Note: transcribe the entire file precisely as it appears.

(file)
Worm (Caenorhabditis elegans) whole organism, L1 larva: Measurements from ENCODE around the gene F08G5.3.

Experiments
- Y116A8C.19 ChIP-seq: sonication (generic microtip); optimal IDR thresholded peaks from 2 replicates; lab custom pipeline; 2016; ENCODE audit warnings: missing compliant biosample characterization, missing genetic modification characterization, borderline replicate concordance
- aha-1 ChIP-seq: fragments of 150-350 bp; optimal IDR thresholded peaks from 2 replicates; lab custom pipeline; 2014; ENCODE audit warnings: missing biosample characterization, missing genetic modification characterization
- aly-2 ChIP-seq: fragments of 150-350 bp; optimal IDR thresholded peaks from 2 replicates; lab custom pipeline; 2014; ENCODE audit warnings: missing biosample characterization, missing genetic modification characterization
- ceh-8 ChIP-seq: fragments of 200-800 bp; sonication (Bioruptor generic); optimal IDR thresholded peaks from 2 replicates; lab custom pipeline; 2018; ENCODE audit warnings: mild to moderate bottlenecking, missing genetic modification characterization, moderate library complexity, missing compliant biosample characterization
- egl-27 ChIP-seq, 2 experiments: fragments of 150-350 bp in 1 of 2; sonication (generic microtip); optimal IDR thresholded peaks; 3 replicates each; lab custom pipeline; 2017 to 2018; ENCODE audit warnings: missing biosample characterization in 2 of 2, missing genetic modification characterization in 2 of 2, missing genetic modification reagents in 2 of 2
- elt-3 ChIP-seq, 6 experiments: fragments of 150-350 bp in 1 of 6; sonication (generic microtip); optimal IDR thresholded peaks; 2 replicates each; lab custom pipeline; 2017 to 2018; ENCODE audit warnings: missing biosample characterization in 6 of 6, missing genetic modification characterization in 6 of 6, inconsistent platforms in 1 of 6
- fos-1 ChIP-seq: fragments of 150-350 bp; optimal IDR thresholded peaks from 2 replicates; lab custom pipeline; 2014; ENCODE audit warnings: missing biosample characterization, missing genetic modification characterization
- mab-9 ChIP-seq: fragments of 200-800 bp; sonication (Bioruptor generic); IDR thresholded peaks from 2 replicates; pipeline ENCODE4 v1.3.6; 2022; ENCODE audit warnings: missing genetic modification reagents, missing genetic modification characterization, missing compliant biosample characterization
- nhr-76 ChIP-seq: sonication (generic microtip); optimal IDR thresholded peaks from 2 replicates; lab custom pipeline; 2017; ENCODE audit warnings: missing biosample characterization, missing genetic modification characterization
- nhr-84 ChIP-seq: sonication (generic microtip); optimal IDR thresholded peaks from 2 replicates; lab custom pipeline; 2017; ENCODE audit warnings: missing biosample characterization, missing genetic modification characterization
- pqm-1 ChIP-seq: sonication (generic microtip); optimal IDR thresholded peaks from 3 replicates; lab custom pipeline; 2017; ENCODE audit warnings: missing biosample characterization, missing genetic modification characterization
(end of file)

Worm (Caenorhabditis elegans) whole organism, L1 larva: Measurements from ENCODE around the gene F08G5.3.

Experiments
- Y116A8C.19 ChIP-seq: sonication (generic microtip); optimal IDR thresholded peaks from 2 replicates; lab custom pipeline; 2016; ENCODE audit warnings: missing compliant biosample characterization, missing genetic modification characterization, borderline replicate concordance
- aha-1 ChIP-seq: fragments of 150-350 bp; optimal IDR thresholded peaks from 2 replicates; lab custom pipeline; 2014; ENCODE audit warnings: missing biosample characterization, missing genetic modification characterization
- aly-2 ChIP-seq: fragments of 150-350 bp; optimal IDR thresholded peaks from 2 replicates; lab custom pipeline; 2014; ENCODE audit warnings: missing biosample characterization, missing genetic modification characterization
- ceh-8 ChIP-seq: fragments of 200-800 bp; sonication (Bioruptor generic); optimal IDR thresholded peaks from 2 replicates; lab custom pipeline; 2018; ENCODE audit warnings: mild to moderate bottlenecking, missing genetic modification characterization, moderate library complexity, missing compliant biosample characterization
- egl-27 ChIP-seq, 2 experiments: fragments of 150-350 bp in 1 of 2; sonication (generic microtip); optimal IDR thresholded peaks; 3 replicates each; lab custom pipeline; 2017 to 2018; ENCODE audit warnings: missing biosample characterization in 2 of 2, missing genetic modification characterization in 2 of 2, missing genetic modification reagents in 2 of 2
- elt-3 ChIP-seq, 6 experiments: fragments of 150-350 bp in 1 of 6; sonication (generic microtip); optimal IDR thresholded peaks; 2 replicates each; lab custom pipeline; 2017 to 2018; ENCODE audit warnings: missing biosample characterization in 6 of 6, missing genetic modification characterization in 6 of 6, inconsistent platforms in 1 of 6
- fos-1 ChIP-seq: fragments of 150-350 bp; optimal IDR thresholded peaks from 2 replicates; lab custom pipeline; 2014; ENCODE audit warnings: missing biosample characterization, missing genetic modification characterization
- mab-9 ChIP-seq: fragments of 200-800 bp; sonication (Bioruptor generic); IDR thresholded peaks from 2 replicates; pipeline ENCODE4 v1.3.6; 2022; ENCODE audit warnings: missing genetic modification reagents, missing genetic modification characterization, missing compliant biosample characterization
- nhr-76 ChIP-seq: sonication (generic microtip); optimal IDR thresholded peaks from 2 replicates; lab custom pipeline; 2017; ENCODE audit warnings: missing biosample characterization, missing genetic modification characterization
- nhr-84 ChIP-seq: sonication (generic microtip); optimal IDR thresholded peaks from 2 replicates; lab custom pipeline; 2017; ENCODE audit warnings: missing biosample characterization, missing genetic modification characterization
- pqm-1 ChIP-seq: sonication (generic microtip); optimal IDR thresholded peaks from 3 replicates; lab custom pipeline; 2017; ENCODE audit warnings: missing biosample characterization, missing genetic modification characterization